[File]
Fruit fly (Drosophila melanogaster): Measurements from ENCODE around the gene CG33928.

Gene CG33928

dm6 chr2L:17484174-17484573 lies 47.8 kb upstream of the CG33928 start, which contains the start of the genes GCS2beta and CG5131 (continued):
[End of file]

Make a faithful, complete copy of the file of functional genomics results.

Fruit fly (Drosophila melanogaster): Measurements from ENCODE around the gene CG33928.

Gene CG33928

dm6 chr2L:17484174-17484573 lies 47.8 kb upstream of the CG33928 start, which contains the start of the genes GCS2beta and CG5131 (continued):